Structure of TDP-43 Protein Clumps Identified for First Time

Marisa Wexler, MS avatar

by Marisa Wexler, MS |

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A team of scientists in the U.K. and Japan has determined the structure of aggregated TDP-43, the protein whose abnormal clumps are characteristic of amyotrophic lateral sclerosis (ALS).

Their work, reportedly the first to reveal the molecular structure of aggregated TDP-43, identified a “double-spiral fold” of the protein in patients’ brain tissue.

“There are no diagnostics or therapeutics for ALS and other diseases associated with TDP-43 and the first step towards developing these is gaining a better understanding of TDP-43 itself,” Benjamin Ryskeldi-Falcon, PhD, a researcher with the Medical Research Council (MRC) Laboratory for Molecular Biology in Cambridge and a study co-author, said in a press release.

“Now that we know what the structure of aggregated TDP-43 looks like and what makes it unique, we can use it to find better ways to diagnose the disease early,” Ryskeldi-Falcon said.

Findings were in the study, “Structure of pathological TDP-43 filaments from ALS with FTLD,” published in Nature.

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Abnormal aggregates, or clumps, of the TDP-43 protein in nerve cells of the brain are a hallmark of ALS, and are believed to directly contribute to neurodegeneration in the disease. TDP-43 aggregates also are seen in frontotemporal dementia (FTD), a related disorder, and in other neurological diseases like Parkinson’s and Alzheimer’s.

Given its central role in disease, aggregated TDP-43 could theoretically be useful as a diagnostic marker and treatment target. However, the exact molecular structure of aggregated TDP-43 is unknown, which has hampered efforts to find clinical applications based on this protein.

Scientists analyzed aggregated TDP-43 extracted from the donated brains of two ALS patients with FTD. Using a technique called cryo-electron microscopy, they deduced the structure of the aggregates with a resolution of up to 2.6 angstroms. One angstrom is equal to one hundred-millionth of a centimeter.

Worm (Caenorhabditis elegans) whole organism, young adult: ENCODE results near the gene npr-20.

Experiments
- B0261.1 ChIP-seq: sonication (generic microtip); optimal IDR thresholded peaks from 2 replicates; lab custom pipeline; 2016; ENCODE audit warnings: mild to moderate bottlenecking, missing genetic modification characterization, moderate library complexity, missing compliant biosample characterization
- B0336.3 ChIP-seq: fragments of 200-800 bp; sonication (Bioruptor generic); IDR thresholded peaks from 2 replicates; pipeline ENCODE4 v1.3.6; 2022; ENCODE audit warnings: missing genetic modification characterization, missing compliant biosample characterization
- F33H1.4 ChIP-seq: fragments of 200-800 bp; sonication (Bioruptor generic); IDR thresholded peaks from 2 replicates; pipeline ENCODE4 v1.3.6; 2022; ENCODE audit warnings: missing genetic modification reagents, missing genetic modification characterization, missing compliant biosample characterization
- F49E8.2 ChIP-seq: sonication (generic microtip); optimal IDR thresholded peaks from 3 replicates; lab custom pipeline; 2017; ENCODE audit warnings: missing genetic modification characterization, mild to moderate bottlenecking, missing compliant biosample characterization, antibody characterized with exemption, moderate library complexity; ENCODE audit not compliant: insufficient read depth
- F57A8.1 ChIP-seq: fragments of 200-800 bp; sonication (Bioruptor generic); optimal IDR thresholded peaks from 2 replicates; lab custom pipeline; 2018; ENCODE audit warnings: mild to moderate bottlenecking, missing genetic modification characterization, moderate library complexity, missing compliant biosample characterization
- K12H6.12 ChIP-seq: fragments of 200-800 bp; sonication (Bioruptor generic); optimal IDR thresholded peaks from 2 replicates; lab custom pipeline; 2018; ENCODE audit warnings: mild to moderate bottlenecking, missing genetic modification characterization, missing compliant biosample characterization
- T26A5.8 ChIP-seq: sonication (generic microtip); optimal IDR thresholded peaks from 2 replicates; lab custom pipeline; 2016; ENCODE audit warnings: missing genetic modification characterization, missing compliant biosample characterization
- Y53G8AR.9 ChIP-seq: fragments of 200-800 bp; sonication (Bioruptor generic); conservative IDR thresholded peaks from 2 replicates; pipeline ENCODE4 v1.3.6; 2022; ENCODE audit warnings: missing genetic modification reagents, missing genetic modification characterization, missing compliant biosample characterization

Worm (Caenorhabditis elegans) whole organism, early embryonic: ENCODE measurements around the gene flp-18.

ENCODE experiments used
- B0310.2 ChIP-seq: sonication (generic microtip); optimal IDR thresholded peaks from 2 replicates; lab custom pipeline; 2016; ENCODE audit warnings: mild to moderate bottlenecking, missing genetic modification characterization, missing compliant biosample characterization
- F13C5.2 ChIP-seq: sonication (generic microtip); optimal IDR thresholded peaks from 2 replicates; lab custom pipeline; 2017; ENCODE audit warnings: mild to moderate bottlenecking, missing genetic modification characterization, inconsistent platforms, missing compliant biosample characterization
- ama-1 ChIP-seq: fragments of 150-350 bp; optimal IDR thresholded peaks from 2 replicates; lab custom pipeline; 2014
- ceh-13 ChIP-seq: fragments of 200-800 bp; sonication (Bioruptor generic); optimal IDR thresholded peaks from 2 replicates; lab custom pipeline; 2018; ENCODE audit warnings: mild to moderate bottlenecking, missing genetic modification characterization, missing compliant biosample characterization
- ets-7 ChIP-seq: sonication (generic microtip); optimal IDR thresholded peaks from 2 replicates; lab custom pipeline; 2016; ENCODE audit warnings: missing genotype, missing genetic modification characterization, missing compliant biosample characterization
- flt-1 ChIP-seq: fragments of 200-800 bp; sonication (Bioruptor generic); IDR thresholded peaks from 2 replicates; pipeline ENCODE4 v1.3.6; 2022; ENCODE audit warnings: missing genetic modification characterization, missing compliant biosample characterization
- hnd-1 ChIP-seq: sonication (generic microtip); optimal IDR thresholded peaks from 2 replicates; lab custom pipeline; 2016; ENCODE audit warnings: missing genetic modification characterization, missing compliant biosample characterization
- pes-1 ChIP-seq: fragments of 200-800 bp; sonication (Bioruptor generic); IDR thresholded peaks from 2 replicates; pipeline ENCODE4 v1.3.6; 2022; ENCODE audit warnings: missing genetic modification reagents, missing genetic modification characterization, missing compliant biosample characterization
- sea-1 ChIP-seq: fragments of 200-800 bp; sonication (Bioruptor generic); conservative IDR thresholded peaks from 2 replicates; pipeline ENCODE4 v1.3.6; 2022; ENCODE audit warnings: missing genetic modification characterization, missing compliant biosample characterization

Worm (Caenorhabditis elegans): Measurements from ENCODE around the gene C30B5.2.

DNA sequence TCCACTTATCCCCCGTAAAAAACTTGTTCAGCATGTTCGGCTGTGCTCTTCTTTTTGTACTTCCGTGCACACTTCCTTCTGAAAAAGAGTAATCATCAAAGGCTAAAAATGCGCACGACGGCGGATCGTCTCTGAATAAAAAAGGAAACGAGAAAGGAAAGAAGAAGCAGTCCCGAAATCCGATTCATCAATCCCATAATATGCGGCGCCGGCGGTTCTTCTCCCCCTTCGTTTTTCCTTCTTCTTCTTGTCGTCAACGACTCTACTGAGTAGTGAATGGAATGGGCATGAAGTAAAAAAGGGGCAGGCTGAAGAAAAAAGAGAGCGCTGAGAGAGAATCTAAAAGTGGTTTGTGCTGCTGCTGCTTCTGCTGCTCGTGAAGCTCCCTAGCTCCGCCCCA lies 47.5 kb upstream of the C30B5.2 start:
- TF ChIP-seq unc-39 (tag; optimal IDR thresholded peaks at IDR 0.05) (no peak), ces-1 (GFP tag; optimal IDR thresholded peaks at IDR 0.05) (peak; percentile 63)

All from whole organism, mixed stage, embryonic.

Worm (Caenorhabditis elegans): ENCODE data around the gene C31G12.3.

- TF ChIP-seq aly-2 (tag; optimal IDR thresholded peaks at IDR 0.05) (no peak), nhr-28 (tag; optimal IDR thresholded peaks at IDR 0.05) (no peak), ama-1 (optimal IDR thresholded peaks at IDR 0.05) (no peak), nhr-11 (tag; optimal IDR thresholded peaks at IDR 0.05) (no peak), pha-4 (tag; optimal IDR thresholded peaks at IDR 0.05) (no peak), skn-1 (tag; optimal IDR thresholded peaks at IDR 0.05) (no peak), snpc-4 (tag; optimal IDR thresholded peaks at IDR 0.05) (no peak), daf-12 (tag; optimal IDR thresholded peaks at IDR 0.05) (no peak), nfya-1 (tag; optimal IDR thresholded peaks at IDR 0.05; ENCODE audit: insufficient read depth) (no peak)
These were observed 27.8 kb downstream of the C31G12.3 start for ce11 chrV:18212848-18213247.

Results showed that the TDP-43 aggregates took on a shape that the researchers described as a “double-spiral-shaped fold,” which has not been described previously. Aggregates from different brains areas, and between the two patients, all were similarly shaped.

“That the fold is shared between individuals suggests that the double-spiral fold may characterize ALS” and FTD, the researchers wrote.

They noted that the shape is likely to contribute to the “prion-like” spread of TDP-43 clumps, where aggregates in one part of the brain prompt more aggregates to form in neighboring regions.

“The presence of the double-spiral fold in both frontal and motor cortices is consistent with the prion-like propagation of TDP-43 filaments during … spread and accumulation of aggregated TDP-43 in ALS,” the researchers wrote.

The structure of the TDP-43 aggregates from patients’ brains also differed from previously reported structures of these protein aggregates when formed in vitro (in lab dishes).

“It will be important to produce filaments in vitro that recapitulate the double-spiral fold to accurately model ALS,” the researchers wrote. Understanding the structure of these protein clumps, they added, could also be useful for developing new ways of diagnosing and treating ALS.

“We’re excited to be able to use this blueprint in our lab to start identifying compounds that bind to unique sites on TDP-43, with the aim of identifying potential therapies for further study,” Ryskeldi-Falcon said.

“I would especially like to thank the people with ALS, and their families, who donated their brains to research to help us gain a better understanding of this terrible disease,” he added.